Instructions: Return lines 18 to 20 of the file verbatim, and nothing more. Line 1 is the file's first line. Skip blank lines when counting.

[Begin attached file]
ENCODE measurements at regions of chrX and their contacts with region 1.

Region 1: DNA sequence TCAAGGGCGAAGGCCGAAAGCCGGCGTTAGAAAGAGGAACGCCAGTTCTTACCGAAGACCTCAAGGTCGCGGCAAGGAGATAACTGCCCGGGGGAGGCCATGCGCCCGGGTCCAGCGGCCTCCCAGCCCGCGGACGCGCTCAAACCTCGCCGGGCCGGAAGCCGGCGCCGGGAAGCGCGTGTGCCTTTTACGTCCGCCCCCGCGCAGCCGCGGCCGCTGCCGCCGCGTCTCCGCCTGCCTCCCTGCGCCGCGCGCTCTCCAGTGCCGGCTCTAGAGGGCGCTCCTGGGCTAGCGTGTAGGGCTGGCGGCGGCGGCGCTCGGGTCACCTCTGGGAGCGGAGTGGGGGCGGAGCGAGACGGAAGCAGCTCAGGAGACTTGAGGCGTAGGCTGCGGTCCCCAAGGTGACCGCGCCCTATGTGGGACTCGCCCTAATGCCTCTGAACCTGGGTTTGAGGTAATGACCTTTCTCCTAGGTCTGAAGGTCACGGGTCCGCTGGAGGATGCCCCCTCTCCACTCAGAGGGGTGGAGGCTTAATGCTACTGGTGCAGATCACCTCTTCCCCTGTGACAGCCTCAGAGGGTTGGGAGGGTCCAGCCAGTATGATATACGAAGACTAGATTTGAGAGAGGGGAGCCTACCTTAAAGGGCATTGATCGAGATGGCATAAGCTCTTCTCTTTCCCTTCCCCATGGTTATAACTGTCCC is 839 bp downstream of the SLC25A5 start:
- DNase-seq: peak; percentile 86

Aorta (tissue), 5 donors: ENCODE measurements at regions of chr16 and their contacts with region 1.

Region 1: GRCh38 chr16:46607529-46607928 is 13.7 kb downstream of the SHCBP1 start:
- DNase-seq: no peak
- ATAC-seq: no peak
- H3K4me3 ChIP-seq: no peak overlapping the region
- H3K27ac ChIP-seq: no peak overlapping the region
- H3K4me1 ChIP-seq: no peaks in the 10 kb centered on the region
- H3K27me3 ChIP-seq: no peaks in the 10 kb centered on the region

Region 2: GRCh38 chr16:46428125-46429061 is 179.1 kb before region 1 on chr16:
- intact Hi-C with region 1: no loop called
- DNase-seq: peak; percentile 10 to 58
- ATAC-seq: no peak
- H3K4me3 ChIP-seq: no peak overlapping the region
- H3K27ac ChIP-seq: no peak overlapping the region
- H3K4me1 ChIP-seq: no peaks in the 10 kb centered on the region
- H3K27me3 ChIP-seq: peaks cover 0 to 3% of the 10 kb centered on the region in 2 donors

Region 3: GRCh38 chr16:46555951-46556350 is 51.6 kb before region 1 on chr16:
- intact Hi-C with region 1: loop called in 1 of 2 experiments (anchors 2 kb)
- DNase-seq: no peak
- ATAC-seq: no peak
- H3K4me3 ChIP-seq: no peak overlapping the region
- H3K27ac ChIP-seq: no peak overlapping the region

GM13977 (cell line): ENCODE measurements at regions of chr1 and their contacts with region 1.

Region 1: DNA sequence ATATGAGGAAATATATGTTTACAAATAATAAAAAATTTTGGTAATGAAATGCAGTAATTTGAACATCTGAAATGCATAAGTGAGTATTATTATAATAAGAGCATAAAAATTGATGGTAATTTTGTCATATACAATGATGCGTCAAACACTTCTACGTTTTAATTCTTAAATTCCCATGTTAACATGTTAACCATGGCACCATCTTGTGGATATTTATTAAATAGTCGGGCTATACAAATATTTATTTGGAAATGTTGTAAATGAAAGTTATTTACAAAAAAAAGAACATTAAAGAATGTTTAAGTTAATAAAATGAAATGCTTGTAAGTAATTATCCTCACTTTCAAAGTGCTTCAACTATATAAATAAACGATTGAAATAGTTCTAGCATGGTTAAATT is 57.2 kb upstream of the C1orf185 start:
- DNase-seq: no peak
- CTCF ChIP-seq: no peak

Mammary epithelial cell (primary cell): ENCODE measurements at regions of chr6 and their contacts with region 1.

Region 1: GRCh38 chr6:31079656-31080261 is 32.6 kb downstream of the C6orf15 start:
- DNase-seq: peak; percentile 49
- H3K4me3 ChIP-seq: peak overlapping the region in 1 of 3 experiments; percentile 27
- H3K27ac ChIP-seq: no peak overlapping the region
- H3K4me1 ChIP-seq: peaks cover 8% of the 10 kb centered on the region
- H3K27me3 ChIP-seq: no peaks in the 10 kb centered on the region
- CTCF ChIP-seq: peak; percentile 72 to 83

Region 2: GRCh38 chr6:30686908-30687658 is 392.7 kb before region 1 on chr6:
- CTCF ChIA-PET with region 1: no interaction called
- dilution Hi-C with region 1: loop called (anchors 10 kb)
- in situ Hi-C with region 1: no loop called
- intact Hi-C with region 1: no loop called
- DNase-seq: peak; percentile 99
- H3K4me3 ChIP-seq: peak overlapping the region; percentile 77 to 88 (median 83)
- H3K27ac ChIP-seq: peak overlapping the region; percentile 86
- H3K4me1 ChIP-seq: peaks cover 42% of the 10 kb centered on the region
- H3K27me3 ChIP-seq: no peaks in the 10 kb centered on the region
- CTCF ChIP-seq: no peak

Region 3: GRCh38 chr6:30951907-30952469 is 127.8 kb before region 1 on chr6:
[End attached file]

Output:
- H3K4me1 ChIP-seq: no peaks in the 10 kb centered on the region
- H3K27me3 ChIP-seq: peaks cover 0 to 3% of the 10 kb centered on the region in 2 donors

Region 3: GRCh38 chr16:46555951-46556350 is 51.6 kb before region 1 on chr16: